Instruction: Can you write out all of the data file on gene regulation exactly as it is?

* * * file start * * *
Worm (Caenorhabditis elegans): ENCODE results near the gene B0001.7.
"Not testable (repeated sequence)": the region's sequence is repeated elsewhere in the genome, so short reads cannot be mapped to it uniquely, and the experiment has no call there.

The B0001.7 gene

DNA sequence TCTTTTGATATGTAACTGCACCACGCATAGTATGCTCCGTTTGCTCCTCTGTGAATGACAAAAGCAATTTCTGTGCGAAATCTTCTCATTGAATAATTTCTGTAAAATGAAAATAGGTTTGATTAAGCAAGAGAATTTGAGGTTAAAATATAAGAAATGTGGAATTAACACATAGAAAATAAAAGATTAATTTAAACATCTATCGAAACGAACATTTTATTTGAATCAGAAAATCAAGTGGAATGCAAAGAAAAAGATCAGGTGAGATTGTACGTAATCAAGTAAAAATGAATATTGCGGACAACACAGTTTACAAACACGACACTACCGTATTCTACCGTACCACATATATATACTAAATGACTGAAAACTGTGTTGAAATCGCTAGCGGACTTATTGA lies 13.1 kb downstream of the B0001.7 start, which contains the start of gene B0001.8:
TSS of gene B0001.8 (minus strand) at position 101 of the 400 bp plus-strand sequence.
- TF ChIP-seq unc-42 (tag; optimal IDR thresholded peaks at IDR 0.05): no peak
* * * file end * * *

Worm (Caenorhabditis elegans): ENCODE results near the gene B0001.7.
"Not testable (repeated sequence)": the region's sequence is repeated elsewhere in the genome, so short reads cannot be mapped to it uniquely, and the experiment has no call there.

The B0001.7 gene

DNA sequence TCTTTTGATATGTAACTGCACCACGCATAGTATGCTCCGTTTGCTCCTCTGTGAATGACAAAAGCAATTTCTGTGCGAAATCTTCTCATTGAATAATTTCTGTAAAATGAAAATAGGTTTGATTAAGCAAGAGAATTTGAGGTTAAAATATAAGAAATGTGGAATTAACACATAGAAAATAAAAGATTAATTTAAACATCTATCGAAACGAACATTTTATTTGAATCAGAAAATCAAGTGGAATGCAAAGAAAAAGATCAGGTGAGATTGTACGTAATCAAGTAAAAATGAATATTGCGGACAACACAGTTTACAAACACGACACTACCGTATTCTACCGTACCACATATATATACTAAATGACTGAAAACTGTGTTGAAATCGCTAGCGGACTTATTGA lies 13.1 kb downstream of the B0001.7 start, which contains the start of gene B0001.8:
TSS of gene B0001.8 (minus strand) at position 101 of the 400 bp plus-strand sequence.
- TF ChIP-seq unc-42 (tag; optimal IDR thresholded peaks at IDR 0.05): no peak